Peak enrollment ranging from 503 to 511 at Garrigan came between 1966 and 1969. The teaching staff at that time included fifteen sisters, six priests, seven lay men, and three lay women. Since that time enrollment has declined in both public and Catholic schools throughout the rural Midwest. Today Bishop Garrigan educates slightly under 200 students. The teaching staff includes one priest and one religious deacon, together with seventeen full- or part-time lay teachers. One sister serves in an administrative capacity.

Over the years many graduates of Bishop Garrigan have chosen vocations as priests and sisters. These include Fr. Paul Eisele, current pastor of St. Cecelia's Parish in Algona, and Sr. Janet Goetz, the Bishop Garrigan registrar. The most recent graduate to dedicate his life to Christ was Fr. Nick Becker, who was ordained a priest in 2002.

Philosophy of Bishop Garrigan High School

We believe that every individual has been created and gifted by God with an innate dignity. The right to freedom and the right to learn are inherent in this dignity.

We believe that, as a person with an immortal destiny, each individual must be accepted as unique and important. Therefore, as much as possible, the needs of each student must be recognized and met, the potential of each student developed, and the contributions of each student accepted.

We believe that all human beings are created by God as a part of a larger community and have a responsibility to develop their gifts, for themselves and for services to their community, in order to build a just and peace-filled world.

Therefore, through both classroom and extracurricular activities, the goals of Bishop Garrigan High School are:

  • to develop students with a true sense of community, who see themselves as devoted and caring members of their family, their school, their church, their nation, and their world;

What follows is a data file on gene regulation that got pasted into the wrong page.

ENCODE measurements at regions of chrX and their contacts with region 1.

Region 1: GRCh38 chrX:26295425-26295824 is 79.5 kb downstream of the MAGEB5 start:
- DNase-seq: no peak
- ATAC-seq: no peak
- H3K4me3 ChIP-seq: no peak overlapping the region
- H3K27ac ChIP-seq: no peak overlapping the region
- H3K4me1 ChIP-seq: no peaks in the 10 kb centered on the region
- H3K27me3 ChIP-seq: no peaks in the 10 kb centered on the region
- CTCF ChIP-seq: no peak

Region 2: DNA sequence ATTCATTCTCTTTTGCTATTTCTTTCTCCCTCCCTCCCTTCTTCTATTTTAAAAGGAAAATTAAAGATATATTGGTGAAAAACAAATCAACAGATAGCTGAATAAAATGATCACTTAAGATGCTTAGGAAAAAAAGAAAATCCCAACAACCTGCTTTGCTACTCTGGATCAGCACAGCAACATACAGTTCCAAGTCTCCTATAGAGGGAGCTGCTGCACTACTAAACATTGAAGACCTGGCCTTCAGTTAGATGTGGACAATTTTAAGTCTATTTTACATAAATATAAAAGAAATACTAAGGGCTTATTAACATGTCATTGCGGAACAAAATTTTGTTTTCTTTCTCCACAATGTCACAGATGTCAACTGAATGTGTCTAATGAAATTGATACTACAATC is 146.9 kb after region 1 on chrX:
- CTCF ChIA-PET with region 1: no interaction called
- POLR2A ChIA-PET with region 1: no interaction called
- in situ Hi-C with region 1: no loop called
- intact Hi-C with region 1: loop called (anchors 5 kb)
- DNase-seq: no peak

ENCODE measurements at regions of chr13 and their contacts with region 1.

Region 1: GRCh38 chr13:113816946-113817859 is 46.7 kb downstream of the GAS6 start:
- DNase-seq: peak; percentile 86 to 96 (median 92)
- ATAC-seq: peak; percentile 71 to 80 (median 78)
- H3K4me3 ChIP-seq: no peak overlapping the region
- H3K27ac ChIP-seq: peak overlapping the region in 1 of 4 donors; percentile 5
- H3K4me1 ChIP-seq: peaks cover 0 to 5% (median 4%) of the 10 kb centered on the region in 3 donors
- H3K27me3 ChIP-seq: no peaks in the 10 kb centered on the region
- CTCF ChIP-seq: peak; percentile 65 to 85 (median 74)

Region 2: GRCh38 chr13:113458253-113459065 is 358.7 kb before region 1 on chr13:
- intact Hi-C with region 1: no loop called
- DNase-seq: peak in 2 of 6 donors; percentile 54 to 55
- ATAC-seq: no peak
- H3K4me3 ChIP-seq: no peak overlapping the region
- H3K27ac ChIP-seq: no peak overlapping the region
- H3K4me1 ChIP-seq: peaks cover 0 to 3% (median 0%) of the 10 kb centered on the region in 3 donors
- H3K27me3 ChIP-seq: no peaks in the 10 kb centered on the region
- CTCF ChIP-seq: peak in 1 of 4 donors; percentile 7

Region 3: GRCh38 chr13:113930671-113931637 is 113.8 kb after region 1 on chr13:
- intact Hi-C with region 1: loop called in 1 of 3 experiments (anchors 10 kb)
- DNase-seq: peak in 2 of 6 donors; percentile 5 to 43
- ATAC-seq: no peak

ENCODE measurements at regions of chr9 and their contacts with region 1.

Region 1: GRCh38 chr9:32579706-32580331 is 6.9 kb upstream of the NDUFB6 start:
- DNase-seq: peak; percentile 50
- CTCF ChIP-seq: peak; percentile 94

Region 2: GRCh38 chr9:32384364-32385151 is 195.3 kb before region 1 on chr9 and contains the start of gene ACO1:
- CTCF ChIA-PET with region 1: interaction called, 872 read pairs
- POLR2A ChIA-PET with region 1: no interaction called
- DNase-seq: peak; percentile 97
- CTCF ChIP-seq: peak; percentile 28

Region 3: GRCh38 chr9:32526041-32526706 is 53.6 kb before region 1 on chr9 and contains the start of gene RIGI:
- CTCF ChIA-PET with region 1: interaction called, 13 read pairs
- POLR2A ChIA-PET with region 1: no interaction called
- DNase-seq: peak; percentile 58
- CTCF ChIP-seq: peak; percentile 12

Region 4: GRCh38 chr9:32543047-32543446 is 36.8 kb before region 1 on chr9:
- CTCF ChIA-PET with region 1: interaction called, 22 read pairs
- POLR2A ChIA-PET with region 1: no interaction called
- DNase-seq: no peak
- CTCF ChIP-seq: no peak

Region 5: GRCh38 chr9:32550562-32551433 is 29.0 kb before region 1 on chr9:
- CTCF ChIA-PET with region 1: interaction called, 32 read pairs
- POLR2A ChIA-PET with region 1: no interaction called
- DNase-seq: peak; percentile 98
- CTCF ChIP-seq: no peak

• to develop spiritually vigorous Christians who recognize and act upon Catholic obligations and convictions;
  • to develop youth who can think logically, express themselves clearly, and maintain open and inquiring minds;
  • to develop in youth the qualities of cooperation, sportsmanship, leadership, and service;
  • to develop persons of sound mental and physical health;
  • to develop youth who recognize their talents and limitations and can determine their suitable occupation or vocation.

We see the students of Bishop Garrigan High School as young adults in the process of becoming Christians, effective citizens, and whole human beings.

Biography of Bishop Garrigan

Phillip Joseph Garrigan was born September 8, 1840 at Cavan, Ireland. He was educated in America at St. Charles' College in Ellicott City, Md. and St. Joseph's Provincial Seminary in Troy, N. Y. After graduating from seminary he was ordained a priest on June 11, 1870. His first assignment was as parish priest at St. John's Church in Worcester, Massachusetts, where he served from 1870 - 1873. He was then vice president of St. Joseph's Seminary.

Father Garrigan's longest assignment as a parish priest was at St. Bernard's Church in Fitchburg, Massachusetts. He served there from 1875 to 1888. After that he became vice-rector of the Catholic University of America, in Washington, D.C., where he served through the start of the 20th Century.

On January 15, 1902, Pope Leo XIII created the Diocese of Sioux City by separating twenty-four frontier counties in northwest Iowa from the Archdiocese of Dubuque. Phillip Garrigan was appointed Bishop of Sioux City on March 21, 1902, and he was ordained a bishop on May 25, 1902. He served the Diocese of Sioux City until he died on October 14, 1919.

Our School Song

We're gonna fight, fight, fight for Garrigan!

We're gonna win, win, win this game!

We're gonna show those _____ they can't win

when they meet up with Garrigan!